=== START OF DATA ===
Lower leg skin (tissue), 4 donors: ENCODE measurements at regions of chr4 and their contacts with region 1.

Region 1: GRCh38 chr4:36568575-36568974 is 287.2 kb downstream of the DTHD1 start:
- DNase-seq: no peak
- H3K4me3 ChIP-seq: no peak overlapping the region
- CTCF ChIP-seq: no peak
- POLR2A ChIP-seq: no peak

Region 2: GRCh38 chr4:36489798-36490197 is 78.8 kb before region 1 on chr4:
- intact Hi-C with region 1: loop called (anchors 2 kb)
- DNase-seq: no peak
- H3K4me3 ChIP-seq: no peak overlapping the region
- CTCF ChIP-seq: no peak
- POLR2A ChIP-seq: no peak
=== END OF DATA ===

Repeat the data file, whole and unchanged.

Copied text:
Lower leg skin (tissue), 4 donors: ENCODE measurements at regions of chr4 and their contacts with region 1.

Region 1: GRCh38 chr4:36568575-36568974 is 287.2 kb downstream of the DTHD1 start:
- DNase-seq: no peak
- H3K4me3 ChIP-seq: no peak overlapping the region
- CTCF ChIP-seq: no peak
- POLR2A ChIP-seq: no peak

Region 2: GRCh38 chr4:36489798-36490197 is 78.8 kb before region 1 on chr4:
- intact Hi-C with region 1: loop called (anchors 2 kb)
- DNase-seq: no peak
- H3K4me3 ChIP-seq: no peak overlapping the region
- CTCF ChIP-seq: no peak
- POLR2A ChIP-seq: no peak